In an interesting post at My Greek Odyssey Stavros tries to compare our concept of freedom with that of the ancient Greeks, arguing that we seem today in the West to understand freedom as unrelated with morals.

In America, freedom has taken on the form of a religion. Our freedom, is unlike the freedom that the Greeks called “eleftheria, ” that is, freedom from being tyranized, enslaved or being violated. To many Americans, freedom merely means choosing for oneself based on personal desires without respect to moral obligations. In a nation that has few communal standards other than freedom, diversity and choice, increasingly, anything goes. Many young Greeks today who decry what they consider to be an outmoded Orthodox Church often look back on their ancient forbearers as some kind of secular role models. Religion, in fact, was part and parcel, of every aspect of Athenian society. It’s importance as an essential element of Athenian democracy is contrary to the notion of the separation of Church and State which seems to be a guiding principle, these days in the US and Europe.

According to a visitor’s comment to that post, if we are to relate freedom and politics with morals in our multicultural environment, we should rather find and respect some universal values, instead of the values of a specific religion – and this while still keeping personal choice as the ultimate value:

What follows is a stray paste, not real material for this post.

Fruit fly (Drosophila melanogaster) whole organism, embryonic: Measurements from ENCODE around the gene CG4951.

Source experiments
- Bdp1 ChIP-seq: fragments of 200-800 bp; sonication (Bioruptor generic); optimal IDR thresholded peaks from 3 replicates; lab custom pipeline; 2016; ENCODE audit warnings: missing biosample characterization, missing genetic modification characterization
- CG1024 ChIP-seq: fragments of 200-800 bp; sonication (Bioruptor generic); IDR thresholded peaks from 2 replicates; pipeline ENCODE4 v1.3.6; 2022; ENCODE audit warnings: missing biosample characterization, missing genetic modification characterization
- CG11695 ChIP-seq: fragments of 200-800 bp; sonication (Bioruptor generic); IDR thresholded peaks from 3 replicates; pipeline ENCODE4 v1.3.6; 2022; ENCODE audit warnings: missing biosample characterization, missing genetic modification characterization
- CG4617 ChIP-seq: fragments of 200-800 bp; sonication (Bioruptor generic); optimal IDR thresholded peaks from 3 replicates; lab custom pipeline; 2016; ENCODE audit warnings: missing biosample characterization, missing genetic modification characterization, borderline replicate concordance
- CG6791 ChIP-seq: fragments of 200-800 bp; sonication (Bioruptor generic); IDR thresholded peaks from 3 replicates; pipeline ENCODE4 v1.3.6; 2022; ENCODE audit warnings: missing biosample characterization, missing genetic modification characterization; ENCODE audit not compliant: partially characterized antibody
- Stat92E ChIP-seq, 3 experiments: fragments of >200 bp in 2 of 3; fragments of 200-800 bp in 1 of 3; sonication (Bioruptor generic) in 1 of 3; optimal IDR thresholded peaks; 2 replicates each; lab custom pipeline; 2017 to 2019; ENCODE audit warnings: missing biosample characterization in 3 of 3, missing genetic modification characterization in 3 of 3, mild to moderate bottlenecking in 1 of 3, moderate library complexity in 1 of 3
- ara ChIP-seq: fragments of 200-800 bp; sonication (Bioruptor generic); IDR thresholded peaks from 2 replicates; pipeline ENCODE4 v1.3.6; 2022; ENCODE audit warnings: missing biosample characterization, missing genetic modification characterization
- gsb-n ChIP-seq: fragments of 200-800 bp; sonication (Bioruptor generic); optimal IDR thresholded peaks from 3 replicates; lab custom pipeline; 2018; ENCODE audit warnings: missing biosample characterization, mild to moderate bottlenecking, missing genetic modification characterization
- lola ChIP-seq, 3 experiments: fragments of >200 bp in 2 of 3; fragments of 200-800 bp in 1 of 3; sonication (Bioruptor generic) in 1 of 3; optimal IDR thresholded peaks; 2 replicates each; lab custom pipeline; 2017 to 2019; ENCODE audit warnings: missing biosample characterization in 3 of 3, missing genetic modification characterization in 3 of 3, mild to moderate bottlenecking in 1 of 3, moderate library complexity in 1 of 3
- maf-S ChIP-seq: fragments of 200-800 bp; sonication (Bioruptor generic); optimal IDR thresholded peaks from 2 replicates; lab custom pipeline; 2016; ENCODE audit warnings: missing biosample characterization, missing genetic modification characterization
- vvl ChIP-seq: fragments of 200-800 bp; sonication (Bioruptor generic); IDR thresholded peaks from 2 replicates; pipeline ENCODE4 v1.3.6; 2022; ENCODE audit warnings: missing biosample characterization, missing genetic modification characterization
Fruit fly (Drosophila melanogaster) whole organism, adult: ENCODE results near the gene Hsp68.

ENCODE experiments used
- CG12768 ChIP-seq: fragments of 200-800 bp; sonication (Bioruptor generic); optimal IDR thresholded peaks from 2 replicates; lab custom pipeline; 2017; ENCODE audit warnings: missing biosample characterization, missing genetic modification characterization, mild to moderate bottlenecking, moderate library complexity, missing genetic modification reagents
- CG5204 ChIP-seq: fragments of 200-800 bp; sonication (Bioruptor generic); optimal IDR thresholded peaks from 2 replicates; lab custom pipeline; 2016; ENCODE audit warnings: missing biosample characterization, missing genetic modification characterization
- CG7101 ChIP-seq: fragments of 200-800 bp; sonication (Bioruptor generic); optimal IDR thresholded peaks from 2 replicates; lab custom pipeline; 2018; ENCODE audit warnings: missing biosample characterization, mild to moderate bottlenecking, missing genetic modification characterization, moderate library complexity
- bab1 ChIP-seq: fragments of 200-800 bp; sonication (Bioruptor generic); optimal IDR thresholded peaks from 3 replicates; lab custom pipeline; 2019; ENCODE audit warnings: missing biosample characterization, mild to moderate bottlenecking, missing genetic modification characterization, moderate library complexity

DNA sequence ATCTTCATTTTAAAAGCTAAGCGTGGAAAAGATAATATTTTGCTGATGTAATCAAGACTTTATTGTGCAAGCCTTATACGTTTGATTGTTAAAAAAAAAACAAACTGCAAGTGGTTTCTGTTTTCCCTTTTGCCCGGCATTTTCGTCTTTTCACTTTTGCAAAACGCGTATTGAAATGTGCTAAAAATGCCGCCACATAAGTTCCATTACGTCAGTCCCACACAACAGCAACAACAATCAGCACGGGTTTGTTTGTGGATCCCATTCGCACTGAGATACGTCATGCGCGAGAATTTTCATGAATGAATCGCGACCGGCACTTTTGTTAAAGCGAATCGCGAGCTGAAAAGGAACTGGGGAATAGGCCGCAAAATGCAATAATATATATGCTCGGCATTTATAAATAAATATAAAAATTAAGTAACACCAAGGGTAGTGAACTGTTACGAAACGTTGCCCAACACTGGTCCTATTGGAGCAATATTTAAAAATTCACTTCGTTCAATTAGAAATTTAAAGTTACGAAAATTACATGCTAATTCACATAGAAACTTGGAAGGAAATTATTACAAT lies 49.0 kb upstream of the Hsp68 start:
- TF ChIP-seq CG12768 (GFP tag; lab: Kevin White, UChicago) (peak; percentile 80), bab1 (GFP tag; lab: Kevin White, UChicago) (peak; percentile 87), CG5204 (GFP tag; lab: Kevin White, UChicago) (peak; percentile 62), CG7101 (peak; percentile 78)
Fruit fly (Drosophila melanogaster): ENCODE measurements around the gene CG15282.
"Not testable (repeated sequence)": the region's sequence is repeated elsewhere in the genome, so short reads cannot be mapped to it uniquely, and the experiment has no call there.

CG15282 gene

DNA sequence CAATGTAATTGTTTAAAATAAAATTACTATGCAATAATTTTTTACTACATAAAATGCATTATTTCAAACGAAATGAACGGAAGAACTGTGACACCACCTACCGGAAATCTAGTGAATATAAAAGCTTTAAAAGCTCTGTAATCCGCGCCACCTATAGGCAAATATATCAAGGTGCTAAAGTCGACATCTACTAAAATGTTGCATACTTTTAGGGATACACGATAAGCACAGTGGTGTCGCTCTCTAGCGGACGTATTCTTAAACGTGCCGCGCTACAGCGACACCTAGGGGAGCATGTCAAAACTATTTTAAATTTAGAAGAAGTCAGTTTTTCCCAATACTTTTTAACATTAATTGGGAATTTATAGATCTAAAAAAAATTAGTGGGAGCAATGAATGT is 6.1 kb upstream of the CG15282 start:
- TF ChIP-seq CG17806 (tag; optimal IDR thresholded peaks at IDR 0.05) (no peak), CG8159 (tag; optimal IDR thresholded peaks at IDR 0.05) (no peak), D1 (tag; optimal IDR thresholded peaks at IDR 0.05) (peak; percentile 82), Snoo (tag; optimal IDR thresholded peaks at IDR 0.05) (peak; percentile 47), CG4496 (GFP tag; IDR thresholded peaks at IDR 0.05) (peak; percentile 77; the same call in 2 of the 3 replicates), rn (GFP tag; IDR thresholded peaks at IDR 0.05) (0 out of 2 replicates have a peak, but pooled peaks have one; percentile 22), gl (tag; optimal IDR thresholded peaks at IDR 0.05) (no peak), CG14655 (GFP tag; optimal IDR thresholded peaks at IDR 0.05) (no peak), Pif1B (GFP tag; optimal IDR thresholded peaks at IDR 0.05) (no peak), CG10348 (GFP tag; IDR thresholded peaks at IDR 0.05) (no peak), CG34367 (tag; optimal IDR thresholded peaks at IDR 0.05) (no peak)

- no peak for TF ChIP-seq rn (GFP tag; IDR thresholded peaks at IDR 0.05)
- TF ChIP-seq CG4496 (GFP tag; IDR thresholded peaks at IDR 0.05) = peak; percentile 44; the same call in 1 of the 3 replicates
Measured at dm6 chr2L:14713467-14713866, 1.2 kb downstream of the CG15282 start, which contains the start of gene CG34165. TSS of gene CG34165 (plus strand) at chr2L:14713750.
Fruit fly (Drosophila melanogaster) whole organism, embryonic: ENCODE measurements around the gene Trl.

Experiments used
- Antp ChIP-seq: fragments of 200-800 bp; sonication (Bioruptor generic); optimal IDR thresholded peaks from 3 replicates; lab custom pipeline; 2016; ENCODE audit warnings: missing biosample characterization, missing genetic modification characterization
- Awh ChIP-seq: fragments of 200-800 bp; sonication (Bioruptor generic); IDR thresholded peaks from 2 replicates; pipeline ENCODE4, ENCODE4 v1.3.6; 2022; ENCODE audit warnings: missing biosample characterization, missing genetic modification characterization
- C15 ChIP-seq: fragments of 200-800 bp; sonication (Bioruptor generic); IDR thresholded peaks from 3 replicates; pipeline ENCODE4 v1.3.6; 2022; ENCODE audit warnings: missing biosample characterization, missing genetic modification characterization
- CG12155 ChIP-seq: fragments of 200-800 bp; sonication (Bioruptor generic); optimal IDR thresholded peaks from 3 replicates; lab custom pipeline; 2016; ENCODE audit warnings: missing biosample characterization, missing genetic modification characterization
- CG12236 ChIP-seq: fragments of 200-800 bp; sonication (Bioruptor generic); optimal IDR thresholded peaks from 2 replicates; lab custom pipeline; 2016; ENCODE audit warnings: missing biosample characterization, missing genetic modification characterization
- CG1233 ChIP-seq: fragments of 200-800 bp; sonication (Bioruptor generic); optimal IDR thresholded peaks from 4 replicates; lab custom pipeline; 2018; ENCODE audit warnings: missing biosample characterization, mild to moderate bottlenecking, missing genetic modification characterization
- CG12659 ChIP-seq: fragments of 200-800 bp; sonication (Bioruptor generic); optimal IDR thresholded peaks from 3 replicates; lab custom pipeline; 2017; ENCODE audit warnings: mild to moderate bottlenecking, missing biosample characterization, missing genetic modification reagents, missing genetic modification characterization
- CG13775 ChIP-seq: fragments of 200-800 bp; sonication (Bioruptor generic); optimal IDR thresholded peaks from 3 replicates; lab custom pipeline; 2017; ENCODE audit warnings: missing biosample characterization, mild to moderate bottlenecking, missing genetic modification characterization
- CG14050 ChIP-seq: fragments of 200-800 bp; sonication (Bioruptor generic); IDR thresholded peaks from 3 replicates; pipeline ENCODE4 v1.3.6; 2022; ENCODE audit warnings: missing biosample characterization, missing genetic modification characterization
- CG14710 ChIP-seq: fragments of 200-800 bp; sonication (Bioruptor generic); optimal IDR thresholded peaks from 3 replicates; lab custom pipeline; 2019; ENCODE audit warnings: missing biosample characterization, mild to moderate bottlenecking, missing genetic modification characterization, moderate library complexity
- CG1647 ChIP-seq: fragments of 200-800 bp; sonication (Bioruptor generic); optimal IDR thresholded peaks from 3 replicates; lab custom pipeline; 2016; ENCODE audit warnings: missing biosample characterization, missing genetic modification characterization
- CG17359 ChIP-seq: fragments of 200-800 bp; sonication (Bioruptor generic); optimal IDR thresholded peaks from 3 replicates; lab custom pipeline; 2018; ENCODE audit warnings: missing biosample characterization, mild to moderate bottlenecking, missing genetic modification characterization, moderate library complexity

Religious values must inform our politics, as must responsibilities and not just rights. But if we are limited to one religion, we exclude many of our fellow citizens. And if we allow one religion to inform our politics then should we not allow others? I wonder whether we do not have to follow Eleanor Roosevelt’s lead in seeking values which are universal, which derive from our humanity not our religion, where our religion is a private motivation not a public strapline. The decision whether or not to abort a child is a decision which rests with our own morality – nobody denies that. What the law does is to allow us the freedom to choose. There is no freedom in a world where there is no choice.

As you can see, these few lines above, of both the blog post and the comment, open a series of most important subjects anyone interested should think about.

Next part of this post: Multiculturalism is ignorance and ugliness